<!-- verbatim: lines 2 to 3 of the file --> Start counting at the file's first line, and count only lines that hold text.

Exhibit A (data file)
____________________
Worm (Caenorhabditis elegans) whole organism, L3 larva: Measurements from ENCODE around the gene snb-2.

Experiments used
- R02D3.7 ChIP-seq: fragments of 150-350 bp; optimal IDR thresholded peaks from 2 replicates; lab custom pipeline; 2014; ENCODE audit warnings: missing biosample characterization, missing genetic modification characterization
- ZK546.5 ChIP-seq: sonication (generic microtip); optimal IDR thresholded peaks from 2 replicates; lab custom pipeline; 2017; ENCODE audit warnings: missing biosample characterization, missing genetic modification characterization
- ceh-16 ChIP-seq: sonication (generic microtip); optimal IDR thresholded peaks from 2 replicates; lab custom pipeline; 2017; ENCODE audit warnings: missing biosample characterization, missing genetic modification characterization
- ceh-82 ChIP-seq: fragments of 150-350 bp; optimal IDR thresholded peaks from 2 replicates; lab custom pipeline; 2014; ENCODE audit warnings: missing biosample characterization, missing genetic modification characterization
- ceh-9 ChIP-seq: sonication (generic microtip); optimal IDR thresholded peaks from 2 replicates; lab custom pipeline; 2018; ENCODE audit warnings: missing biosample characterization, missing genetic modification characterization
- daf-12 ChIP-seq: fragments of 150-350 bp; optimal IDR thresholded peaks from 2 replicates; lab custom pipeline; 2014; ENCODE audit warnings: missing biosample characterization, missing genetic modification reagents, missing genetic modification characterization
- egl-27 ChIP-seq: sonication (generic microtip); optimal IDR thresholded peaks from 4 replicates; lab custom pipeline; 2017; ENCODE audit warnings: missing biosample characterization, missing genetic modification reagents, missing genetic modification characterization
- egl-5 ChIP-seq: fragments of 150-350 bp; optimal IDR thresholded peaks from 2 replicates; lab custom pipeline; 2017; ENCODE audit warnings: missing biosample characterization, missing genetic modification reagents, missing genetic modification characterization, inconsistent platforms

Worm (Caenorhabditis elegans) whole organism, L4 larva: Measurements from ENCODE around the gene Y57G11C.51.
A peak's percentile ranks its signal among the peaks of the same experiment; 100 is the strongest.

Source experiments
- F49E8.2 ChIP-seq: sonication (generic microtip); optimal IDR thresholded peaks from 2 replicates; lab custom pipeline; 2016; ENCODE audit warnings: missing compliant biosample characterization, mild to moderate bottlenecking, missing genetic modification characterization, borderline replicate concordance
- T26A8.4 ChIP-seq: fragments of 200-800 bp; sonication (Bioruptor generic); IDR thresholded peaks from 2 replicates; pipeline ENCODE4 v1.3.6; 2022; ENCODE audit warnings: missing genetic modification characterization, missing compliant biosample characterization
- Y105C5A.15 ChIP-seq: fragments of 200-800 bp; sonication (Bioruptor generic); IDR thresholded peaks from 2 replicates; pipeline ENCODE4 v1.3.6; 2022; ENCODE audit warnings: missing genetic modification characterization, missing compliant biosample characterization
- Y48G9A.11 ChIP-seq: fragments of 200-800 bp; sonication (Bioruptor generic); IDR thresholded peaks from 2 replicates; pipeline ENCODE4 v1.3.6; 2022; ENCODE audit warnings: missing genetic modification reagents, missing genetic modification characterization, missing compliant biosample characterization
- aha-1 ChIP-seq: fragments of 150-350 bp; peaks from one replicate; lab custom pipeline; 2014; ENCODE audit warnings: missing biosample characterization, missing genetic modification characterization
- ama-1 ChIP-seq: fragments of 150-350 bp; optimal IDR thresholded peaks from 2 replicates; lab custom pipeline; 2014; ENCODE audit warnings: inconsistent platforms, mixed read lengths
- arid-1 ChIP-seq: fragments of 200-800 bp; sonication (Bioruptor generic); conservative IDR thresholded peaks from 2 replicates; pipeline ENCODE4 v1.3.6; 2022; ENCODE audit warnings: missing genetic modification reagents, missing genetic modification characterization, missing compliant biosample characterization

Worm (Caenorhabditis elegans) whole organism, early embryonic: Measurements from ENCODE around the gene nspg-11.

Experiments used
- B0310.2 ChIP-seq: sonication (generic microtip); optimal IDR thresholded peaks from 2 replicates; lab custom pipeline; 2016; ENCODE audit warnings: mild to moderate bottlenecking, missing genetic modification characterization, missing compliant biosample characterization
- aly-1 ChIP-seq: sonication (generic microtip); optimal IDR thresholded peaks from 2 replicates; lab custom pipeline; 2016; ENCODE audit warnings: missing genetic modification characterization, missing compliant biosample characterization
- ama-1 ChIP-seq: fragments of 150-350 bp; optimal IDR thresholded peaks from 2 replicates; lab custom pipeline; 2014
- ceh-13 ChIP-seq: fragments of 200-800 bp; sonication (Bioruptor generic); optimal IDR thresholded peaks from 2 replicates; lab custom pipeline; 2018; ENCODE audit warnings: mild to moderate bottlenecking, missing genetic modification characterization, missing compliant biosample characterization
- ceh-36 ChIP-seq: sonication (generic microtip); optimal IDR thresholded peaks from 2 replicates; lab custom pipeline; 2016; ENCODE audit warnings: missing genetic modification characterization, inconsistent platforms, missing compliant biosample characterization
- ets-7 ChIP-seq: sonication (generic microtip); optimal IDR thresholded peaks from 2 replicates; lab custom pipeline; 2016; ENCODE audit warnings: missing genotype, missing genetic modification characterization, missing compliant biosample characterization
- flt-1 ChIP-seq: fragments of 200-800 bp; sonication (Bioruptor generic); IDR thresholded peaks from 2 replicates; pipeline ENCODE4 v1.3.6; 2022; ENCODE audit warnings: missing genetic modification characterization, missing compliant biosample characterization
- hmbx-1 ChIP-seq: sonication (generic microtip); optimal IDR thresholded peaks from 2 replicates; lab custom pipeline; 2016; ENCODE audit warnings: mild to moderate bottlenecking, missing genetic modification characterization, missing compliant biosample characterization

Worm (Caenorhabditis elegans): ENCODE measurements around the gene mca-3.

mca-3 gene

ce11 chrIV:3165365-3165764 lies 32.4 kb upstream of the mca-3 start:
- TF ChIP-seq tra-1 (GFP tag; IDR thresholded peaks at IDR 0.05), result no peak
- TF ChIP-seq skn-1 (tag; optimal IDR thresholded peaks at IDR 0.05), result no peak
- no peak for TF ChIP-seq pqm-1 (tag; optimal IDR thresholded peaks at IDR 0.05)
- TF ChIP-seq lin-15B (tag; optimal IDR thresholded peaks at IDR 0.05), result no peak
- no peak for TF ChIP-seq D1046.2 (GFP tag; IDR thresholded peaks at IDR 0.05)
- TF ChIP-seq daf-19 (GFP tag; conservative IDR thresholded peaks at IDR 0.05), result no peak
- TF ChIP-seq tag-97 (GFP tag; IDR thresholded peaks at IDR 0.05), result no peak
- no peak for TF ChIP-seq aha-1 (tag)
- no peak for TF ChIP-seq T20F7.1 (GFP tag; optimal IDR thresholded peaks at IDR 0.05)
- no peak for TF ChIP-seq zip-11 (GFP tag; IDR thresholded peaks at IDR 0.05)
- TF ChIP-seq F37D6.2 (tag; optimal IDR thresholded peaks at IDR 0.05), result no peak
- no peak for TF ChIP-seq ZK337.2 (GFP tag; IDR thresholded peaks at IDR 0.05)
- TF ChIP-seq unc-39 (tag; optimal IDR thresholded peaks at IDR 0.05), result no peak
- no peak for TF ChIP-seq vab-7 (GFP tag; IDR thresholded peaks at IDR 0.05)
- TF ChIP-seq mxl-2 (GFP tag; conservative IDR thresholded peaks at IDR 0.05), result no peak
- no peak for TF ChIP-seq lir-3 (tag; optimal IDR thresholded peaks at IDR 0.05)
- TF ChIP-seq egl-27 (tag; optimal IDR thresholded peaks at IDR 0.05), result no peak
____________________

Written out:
Experiments used
- R02D3.7 ChIP-seq: fragments of 150-350 bp; optimal IDR thresholded peaks from 2 replicates; lab custom pipeline; 2014; ENCODE audit warnings: missing biosample characterization, missing genetic modification characterization